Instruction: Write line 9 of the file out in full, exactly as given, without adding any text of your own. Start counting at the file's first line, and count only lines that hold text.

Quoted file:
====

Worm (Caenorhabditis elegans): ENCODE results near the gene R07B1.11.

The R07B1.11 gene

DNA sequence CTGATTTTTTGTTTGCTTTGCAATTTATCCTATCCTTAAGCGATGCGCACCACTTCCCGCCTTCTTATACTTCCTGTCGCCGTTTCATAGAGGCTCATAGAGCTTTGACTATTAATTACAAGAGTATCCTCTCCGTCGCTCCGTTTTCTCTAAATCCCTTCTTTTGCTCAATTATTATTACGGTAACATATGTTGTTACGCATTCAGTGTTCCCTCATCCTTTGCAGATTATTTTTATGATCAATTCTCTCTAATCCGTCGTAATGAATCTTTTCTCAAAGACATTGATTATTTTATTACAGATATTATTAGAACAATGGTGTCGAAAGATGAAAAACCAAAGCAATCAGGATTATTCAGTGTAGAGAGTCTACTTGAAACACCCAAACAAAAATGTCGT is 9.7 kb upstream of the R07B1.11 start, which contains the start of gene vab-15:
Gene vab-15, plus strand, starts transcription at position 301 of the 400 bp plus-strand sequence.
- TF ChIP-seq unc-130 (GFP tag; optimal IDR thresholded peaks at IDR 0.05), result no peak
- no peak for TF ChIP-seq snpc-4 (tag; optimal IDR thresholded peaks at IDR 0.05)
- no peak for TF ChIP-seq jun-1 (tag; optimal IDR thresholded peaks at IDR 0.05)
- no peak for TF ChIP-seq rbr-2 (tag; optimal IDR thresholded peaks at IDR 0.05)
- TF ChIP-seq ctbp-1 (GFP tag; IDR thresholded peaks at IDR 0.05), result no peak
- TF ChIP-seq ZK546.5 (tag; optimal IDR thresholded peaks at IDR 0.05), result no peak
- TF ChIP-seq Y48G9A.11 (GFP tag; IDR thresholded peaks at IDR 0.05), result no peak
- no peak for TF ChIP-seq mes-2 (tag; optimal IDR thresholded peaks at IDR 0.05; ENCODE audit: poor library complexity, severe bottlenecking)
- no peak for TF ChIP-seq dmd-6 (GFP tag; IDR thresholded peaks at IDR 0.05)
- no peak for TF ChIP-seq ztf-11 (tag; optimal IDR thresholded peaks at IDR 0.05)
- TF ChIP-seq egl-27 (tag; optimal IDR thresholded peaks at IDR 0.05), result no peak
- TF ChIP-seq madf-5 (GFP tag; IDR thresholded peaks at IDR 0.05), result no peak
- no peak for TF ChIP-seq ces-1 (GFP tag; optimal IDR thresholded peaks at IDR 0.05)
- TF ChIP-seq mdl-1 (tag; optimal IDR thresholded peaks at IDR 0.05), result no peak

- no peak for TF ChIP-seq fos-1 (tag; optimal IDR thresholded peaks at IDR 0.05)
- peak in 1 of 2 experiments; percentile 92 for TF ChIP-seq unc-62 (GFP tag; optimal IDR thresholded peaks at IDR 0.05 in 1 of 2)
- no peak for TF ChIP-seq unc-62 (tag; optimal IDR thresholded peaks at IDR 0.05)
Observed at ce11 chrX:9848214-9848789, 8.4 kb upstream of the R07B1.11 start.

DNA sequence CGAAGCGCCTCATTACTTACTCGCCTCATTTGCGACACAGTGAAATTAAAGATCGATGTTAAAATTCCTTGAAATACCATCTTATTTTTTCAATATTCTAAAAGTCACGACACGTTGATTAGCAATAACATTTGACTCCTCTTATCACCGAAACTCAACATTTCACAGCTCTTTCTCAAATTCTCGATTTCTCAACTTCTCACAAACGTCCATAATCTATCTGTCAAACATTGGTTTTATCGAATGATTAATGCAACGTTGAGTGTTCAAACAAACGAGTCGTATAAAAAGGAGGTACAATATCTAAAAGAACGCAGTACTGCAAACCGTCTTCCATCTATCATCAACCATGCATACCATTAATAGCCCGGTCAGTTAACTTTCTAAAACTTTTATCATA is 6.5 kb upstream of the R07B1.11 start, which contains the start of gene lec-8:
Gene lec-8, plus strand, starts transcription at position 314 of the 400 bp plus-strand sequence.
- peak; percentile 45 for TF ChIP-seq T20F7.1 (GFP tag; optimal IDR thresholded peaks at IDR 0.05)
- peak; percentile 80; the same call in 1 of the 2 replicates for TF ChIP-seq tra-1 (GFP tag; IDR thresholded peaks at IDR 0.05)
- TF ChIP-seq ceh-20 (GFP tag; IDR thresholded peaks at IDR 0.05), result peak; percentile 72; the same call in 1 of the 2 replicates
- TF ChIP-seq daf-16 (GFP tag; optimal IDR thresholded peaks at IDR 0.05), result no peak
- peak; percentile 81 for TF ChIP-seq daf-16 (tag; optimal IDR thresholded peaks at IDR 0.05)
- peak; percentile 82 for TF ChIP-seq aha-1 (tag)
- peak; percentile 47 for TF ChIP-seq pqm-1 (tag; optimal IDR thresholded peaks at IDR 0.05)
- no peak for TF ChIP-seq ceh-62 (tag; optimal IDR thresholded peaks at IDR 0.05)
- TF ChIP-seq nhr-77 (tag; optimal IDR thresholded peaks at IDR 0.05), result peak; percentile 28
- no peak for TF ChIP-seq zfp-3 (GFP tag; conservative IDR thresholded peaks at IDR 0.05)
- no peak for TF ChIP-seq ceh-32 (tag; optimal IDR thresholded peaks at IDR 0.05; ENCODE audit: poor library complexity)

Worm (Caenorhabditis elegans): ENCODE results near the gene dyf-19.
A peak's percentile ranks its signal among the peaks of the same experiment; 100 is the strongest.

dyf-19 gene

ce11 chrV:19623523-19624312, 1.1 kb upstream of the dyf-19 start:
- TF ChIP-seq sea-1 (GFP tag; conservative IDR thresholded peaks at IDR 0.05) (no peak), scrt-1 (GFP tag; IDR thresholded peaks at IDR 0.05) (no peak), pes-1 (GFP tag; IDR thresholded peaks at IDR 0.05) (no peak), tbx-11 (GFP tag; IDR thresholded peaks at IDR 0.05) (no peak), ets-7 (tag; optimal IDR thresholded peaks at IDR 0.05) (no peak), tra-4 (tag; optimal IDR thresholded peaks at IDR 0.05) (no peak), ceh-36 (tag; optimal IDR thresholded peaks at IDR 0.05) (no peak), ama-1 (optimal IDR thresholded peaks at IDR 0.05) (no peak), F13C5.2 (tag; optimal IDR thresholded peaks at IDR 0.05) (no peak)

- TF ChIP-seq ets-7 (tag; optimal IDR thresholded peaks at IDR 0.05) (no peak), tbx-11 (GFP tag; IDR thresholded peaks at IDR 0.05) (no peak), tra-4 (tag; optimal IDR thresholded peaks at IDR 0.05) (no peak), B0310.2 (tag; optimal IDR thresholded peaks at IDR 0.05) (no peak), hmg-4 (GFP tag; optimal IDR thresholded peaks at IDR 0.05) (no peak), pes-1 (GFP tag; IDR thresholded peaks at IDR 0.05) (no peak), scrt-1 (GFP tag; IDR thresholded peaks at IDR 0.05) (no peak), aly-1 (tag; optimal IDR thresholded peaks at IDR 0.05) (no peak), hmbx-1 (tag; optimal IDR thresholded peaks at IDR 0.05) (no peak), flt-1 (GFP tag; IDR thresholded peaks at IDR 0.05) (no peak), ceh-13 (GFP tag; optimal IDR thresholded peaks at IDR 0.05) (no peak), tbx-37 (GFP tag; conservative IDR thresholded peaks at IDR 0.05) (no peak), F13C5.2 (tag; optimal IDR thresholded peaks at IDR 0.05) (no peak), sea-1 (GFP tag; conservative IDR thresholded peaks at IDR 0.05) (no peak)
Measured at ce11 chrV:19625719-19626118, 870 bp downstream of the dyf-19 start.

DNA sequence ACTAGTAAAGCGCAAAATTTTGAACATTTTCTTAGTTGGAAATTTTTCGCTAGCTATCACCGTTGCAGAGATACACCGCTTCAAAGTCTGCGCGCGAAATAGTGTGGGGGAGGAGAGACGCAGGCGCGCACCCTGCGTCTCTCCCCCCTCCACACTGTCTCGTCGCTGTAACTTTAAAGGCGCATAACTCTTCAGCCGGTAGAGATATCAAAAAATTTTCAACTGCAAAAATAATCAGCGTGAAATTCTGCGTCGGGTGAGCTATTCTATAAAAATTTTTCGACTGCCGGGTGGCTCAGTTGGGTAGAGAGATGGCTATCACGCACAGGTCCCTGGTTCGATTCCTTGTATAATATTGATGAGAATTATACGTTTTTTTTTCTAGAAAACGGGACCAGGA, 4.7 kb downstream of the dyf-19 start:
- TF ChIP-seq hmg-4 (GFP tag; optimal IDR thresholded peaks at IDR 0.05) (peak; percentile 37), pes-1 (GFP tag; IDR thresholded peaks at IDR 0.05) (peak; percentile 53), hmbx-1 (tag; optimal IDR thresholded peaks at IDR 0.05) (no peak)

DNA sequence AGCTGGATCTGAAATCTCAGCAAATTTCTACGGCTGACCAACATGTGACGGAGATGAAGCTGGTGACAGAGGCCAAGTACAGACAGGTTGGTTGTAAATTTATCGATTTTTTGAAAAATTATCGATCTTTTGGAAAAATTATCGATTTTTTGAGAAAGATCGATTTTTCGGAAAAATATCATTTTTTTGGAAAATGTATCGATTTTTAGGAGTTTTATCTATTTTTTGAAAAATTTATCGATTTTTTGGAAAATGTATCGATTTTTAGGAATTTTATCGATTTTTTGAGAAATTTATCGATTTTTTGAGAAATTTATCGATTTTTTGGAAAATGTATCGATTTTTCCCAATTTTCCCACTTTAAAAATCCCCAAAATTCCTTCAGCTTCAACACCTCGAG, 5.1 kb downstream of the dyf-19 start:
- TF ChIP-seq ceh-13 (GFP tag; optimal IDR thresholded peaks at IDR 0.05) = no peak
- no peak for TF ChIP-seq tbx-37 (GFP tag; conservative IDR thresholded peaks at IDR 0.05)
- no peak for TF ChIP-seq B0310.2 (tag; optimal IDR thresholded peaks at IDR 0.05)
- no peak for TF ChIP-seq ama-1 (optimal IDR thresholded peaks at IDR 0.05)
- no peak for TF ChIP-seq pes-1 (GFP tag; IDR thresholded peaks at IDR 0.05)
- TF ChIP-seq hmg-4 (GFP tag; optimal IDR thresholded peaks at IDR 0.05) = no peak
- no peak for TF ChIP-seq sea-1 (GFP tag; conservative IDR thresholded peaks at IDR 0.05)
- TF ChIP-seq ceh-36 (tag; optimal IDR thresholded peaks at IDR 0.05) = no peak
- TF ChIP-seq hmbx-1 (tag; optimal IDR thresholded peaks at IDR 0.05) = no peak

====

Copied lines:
- TF ChIP-seq ctbp-1 (GFP tag; IDR thresholded peaks at IDR 0.05), result no peak